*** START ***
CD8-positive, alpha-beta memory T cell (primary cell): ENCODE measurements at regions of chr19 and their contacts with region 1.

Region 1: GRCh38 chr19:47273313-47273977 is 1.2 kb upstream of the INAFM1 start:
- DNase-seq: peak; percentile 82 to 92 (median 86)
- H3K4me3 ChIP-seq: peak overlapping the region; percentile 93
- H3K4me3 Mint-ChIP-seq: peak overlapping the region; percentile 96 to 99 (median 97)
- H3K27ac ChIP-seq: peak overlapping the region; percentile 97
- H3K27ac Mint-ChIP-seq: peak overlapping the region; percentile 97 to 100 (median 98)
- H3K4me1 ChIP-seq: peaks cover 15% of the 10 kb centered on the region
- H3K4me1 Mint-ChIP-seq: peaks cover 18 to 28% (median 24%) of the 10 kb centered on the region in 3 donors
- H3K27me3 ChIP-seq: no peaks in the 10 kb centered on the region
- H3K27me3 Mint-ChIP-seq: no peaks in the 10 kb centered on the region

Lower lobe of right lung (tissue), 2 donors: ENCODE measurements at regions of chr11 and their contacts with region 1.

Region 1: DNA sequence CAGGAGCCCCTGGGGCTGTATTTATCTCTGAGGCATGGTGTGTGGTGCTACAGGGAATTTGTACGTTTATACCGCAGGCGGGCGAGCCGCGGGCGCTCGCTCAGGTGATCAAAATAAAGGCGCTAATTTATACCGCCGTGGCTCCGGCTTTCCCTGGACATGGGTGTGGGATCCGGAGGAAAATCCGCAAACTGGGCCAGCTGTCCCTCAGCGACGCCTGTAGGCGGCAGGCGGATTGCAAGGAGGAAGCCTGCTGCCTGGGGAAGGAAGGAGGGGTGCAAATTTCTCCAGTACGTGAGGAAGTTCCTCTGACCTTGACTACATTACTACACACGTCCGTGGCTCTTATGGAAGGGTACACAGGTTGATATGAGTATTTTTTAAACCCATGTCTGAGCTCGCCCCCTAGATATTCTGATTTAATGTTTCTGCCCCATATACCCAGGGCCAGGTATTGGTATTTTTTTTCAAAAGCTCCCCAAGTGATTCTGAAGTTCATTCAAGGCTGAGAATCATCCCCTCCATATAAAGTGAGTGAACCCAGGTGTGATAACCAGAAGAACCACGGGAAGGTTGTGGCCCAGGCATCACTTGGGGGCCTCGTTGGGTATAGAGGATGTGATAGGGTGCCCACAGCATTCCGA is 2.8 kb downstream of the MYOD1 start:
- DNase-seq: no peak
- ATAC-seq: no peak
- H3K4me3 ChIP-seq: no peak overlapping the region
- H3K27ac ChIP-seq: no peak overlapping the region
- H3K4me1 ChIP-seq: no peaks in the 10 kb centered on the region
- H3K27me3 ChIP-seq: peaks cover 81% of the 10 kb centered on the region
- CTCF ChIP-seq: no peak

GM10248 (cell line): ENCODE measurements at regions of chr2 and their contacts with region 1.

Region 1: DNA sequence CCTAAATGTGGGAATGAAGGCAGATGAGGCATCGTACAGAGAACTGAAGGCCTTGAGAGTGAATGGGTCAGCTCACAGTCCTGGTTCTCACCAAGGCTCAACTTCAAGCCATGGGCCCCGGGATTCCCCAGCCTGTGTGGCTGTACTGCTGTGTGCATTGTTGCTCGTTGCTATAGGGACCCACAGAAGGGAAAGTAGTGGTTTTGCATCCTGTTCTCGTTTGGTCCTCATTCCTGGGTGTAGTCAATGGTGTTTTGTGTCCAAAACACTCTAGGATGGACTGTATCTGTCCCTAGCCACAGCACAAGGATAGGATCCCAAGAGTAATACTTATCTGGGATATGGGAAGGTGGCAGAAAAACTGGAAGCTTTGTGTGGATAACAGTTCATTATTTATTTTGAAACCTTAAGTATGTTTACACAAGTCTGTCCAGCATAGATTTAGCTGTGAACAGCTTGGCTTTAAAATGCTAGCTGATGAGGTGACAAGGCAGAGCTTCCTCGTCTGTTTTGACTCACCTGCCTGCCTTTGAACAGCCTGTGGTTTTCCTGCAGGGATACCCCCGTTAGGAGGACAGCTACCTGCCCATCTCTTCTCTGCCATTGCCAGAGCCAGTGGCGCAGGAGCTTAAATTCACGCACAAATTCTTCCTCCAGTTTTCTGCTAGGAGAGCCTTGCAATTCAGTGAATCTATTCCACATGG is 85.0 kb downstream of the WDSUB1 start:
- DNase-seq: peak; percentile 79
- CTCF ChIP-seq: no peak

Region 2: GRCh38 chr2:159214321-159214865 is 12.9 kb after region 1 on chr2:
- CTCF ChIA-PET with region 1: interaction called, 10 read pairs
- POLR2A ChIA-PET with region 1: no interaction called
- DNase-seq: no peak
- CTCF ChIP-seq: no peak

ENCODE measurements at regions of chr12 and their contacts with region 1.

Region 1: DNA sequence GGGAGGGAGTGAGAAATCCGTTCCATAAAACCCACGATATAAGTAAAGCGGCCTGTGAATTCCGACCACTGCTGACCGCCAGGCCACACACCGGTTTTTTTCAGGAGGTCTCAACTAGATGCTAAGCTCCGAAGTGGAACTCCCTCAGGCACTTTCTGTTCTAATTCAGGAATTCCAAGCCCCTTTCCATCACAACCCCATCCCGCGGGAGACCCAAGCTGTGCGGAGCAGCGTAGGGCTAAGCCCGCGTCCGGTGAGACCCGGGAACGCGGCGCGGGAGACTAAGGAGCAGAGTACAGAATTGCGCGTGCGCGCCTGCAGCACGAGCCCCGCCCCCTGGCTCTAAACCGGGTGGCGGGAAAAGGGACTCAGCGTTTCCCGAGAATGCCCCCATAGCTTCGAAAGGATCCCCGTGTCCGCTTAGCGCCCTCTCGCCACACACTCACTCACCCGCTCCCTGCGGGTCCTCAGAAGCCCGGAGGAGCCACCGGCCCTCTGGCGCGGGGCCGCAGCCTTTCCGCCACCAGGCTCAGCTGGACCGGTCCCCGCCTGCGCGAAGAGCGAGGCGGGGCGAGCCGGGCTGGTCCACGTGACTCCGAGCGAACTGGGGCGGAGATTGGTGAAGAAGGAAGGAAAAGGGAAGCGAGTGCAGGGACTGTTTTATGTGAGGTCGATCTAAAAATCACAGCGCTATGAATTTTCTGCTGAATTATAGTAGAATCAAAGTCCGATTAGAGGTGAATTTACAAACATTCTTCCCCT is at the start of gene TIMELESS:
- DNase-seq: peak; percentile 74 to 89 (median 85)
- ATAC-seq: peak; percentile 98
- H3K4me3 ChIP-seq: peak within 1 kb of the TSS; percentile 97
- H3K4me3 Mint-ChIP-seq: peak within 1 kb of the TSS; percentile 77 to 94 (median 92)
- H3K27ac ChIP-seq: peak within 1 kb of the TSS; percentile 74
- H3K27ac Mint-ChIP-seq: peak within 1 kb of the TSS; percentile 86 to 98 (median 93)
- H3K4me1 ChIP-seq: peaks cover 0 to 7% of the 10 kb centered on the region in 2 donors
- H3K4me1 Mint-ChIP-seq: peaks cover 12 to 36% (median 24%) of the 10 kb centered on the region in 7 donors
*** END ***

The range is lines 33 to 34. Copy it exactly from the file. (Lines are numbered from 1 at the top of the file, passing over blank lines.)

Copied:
- ATAC-seq: peak; percentile 98
- H3K4me3 ChIP-seq: peak within 1 kb of the TSS; percentile 97